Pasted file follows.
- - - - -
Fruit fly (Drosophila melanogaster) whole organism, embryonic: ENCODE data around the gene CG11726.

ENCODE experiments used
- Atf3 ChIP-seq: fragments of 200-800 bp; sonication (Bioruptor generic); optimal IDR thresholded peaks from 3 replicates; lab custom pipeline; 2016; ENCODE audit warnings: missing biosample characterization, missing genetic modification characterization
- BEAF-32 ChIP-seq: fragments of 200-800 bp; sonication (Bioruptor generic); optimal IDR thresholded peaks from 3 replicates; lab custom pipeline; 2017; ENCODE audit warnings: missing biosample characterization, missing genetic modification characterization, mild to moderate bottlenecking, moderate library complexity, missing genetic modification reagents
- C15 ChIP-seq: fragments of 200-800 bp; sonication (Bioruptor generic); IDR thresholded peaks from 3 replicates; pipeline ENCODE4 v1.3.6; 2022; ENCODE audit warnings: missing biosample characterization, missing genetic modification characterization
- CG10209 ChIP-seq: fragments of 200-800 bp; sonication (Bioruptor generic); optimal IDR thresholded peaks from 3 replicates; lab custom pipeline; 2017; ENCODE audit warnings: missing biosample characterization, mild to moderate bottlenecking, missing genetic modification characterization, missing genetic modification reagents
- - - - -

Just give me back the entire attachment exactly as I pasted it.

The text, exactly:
Fruit fly (Drosophila melanogaster) whole organism, embryonic: ENCODE data around the gene CG11726.

ENCODE experiments used
- Atf3 ChIP-seq: fragments of 200-800 bp; sonication (Bioruptor generic); optimal IDR thresholded peaks from 3 replicates; lab custom pipeline; 2016; ENCODE audit warnings: missing biosample characterization, missing genetic modification characterization
- BEAF-32 ChIP-seq: fragments of 200-800 bp; sonication (Bioruptor generic); optimal IDR thresholded peaks from 3 replicates; lab custom pipeline; 2017; ENCODE audit warnings: missing biosample characterization, missing genetic modification characterization, mild to moderate bottlenecking, moderate library complexity, missing genetic modification reagents
- C15 ChIP-seq: fragments of 200-800 bp; sonication (Bioruptor generic); IDR thresholded peaks from 3 replicates; pipeline ENCODE4 v1.3.6; 2022; ENCODE audit warnings: missing biosample characterization, missing genetic modification characterization
- CG10209 ChIP-seq: fragments of 200-800 bp; sonication (Bioruptor generic); optimal IDR thresholded peaks from 3 replicates; lab custom pipeline; 2017; ENCODE audit warnings: missing biosample characterization, mild to moderate bottlenecking, missing genetic modification characterization, missing genetic modification reagents